Torah.org Home Subscribe Services Support Us
 
Print Version

Email this article to a friend

Do Not Steal

Part 4*

By Rabbi Yehonasan Gefen

In the previous article we saw how it is forbidden to steal items of miniscule value and to steal as a practical joke.

It is also forbidden to steal from a child. Therefore, one may not take any item or food from a child[2] .

There are situations where one may feel that there is a benefit of temporarily stealing someone else's item. For example, one may want to take a friend's item in order to help him correct a negative trait. However, even this form of taking is considered stealing. Similarly, one may not take a friend's item in order to replace it with a better one, rather he should attain his friend's permission first[3] .

Based on these laws, is a teacher permitted to confiscate items from students as a disciplinary measure? The poskim[4] write that this is in fact allowed; the reason for this is that a teacher has the right to discipline his students in the way that he deems necessary[5]. It is preferable that the teacher return the item at a later date, however, if he feels that it is necessary to destroy the item for disciplinary reasons, then he may do so.

It is forbidden to steal in order to avoid sickness or pain that is not life-threatening in any way. For example, if a bully threatens a person to take his fellow's item or face the consequences of being punched, then he is not allowed to take the item. This is true even if he intends to repay the value of the item in full.

However, one is allowed to steal in order to save his life, but only on condition that he will pay the owner afterwards. For example, one is allowed to take someone else's medicine in order to potentially save a life, however he must be prepared to repay the medicine's full value.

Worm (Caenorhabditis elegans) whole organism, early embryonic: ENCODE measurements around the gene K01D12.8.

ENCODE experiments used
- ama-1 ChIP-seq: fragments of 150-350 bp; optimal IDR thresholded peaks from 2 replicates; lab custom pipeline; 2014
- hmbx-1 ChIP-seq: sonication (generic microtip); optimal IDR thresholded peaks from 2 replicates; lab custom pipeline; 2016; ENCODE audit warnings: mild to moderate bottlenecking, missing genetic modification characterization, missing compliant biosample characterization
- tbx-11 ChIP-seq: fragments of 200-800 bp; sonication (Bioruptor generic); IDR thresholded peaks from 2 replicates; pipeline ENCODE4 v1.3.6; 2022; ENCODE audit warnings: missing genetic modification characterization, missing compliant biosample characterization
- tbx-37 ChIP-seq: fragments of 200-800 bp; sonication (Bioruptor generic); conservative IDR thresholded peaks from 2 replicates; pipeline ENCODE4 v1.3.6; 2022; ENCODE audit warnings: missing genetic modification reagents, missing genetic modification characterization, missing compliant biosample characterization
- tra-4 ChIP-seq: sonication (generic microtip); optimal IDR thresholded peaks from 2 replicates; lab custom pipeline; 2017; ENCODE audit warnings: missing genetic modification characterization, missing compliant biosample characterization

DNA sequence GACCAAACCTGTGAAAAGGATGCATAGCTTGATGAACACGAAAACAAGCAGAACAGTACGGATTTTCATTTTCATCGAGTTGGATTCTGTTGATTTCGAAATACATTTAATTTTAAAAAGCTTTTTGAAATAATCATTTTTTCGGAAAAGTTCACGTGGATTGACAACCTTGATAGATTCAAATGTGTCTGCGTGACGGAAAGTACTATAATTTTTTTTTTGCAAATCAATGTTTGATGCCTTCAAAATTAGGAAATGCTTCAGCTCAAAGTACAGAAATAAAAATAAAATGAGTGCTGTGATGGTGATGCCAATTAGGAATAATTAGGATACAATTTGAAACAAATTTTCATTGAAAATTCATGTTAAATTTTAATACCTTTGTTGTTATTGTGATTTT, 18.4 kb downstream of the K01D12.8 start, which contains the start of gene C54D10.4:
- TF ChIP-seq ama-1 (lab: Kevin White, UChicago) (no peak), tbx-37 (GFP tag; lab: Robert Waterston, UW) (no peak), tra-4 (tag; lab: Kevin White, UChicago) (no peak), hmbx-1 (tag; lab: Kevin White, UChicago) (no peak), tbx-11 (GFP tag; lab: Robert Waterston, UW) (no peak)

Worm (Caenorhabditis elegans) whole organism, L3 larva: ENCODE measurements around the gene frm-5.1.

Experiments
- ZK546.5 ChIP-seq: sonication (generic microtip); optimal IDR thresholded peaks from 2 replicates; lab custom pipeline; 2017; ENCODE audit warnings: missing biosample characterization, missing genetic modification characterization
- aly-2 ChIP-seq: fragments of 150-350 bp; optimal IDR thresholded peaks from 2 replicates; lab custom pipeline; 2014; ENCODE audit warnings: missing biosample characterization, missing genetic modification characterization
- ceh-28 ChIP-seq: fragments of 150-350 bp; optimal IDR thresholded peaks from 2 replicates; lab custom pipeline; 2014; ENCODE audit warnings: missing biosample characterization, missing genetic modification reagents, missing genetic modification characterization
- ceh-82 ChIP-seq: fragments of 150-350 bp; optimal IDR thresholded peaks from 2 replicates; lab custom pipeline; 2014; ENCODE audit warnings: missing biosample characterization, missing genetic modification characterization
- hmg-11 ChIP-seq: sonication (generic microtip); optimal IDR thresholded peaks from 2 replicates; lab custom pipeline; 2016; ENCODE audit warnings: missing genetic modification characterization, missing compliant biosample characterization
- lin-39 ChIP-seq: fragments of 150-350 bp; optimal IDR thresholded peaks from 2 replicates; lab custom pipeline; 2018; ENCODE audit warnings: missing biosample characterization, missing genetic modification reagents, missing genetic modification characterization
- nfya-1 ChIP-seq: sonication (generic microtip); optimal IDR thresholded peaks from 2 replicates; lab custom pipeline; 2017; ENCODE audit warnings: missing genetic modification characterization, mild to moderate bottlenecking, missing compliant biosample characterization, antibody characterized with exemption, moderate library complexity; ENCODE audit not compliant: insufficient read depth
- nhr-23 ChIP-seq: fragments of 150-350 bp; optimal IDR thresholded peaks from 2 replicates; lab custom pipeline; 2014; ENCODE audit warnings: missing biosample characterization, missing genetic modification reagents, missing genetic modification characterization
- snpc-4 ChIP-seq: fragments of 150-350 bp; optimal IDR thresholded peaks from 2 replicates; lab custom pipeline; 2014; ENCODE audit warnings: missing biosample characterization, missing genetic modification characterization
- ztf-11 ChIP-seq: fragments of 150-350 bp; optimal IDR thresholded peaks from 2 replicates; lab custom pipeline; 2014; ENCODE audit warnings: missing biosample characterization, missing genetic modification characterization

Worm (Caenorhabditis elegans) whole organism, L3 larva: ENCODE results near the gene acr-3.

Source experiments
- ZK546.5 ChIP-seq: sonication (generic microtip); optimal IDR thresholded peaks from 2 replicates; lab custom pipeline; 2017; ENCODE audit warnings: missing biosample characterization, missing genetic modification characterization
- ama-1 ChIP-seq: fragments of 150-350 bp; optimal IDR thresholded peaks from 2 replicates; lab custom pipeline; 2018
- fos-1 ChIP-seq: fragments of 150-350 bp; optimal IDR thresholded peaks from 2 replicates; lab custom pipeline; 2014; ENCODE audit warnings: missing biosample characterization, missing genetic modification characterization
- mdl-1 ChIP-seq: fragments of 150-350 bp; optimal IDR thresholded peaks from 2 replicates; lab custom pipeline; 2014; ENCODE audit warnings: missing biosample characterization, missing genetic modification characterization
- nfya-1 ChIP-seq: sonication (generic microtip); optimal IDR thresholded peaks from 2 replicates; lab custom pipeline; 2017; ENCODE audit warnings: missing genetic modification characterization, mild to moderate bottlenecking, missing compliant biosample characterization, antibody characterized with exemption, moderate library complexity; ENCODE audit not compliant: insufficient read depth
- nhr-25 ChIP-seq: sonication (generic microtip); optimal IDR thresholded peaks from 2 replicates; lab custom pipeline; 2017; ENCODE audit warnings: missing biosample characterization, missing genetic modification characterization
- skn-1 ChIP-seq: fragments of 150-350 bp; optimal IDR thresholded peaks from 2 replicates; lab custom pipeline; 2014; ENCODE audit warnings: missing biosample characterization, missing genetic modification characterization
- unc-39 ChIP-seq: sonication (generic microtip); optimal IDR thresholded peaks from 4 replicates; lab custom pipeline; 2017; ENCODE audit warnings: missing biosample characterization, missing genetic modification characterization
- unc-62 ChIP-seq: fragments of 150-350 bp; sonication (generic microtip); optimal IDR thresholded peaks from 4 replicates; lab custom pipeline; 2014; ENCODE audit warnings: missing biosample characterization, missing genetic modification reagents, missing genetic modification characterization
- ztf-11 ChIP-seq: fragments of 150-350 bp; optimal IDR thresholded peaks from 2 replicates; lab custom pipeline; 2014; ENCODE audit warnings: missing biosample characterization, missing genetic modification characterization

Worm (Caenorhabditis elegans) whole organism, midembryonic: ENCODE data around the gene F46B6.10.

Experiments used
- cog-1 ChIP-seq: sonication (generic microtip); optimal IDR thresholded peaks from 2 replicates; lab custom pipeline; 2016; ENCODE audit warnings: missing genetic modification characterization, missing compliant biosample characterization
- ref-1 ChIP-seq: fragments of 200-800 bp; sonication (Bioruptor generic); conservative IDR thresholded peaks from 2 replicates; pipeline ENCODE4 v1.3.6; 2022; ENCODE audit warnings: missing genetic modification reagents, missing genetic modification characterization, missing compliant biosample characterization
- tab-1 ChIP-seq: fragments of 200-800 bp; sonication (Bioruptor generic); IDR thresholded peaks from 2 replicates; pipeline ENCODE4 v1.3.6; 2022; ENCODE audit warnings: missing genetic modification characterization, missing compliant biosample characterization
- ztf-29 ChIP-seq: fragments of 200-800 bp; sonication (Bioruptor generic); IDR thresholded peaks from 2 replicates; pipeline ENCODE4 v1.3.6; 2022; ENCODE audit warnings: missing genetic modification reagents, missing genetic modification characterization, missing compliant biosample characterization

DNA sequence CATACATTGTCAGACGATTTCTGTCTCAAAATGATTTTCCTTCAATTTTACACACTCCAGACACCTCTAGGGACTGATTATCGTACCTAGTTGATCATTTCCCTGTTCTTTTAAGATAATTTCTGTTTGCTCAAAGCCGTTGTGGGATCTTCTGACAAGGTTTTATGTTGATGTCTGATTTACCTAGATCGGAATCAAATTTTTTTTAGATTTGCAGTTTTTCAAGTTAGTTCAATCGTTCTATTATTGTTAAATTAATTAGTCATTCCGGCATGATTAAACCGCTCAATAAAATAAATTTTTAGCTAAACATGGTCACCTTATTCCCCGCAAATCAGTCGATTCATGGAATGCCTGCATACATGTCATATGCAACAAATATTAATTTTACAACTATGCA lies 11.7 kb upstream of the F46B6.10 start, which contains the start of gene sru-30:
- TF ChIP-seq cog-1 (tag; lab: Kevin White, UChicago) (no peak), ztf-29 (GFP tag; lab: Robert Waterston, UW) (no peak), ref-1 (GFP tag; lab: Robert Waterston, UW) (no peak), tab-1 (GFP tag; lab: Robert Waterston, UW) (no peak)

* Much of the information for this essay is taken from "Halachos of Other People's Money" by Rabbi Yisroel Pinchos Bodner.

2 In a later article we will discuss the laws of a parent taking his child's items or money.

3 See, "Halachos of Other People's Money," p.23, for a permissible way of doing this.

4 Poskim is the term used for Rabbis who specialize in rendering rulings in Torah law.

5 See "Halachos of Other Peopel's Money", p.23 for more details.


Text Copyright © 2009 by Rabbi Yehonasan Gefen and Torah.org Visit Rabbi Gefen's new blog at rabbiygefen.blogspot.com.


 






ARTICLES ON MASEI AND THE THREE WEEKS:

View Complete List

Marriage Vows
Rabbi Yochanan Zweig - 5770

Holy Words!
Rabbi Yaakov Menken - 5757

Where Have You Been?
Rabbi Berel Wein - 5766

> Criticm - To Accept or to Defend
Rabbi Eliyahu Hoffmann - 5759

In Our Best Interest
Rabbi Elly Broch - 5764

From Rock Bottom to Bottoms Up
Jon Erlbaum - 0

Looking for a Chavrusah?

A Hopeful Mourning
Rabbi Yehudah Prero - 5762

Crossover Holiness
Shlomo Katz - 5760

They Can Assure a Cure
Rabbi Label Lam - 5773

Frumster - Orthodox Jewish Dating

Kamtza and Bar-Kamtza
Rabbi Yisroel Ciner - 5758

Medicinal Treatment
Rabbi Raymond Beyda - 5766

The Question/Answer Dynamic
Rabbi Eliyahu Hoffmann - 5763

ArtScroll

A Judgement Call
Rabbi Yehudah Prero - 5758

Easy Come, Easy Go
Shlomo Katz - 5772

On the Road Again (to Repentance)
Shlomo Katz - 5762

Learning to Love What Is!
Rabbi Label Lam - 5767



Project Genesis

Torah.org Home


Torah Portion

Jewish Law

Ethics

Texts

Learn the Basics

Seasons

Features

TORAHAUDIO

Ask The Rabbi

Knowledge Base




Help

About Us

Contact Us



Free Book on Geulah!




Torah.org Home
Torah.org HomeCapalon.com Copyright Information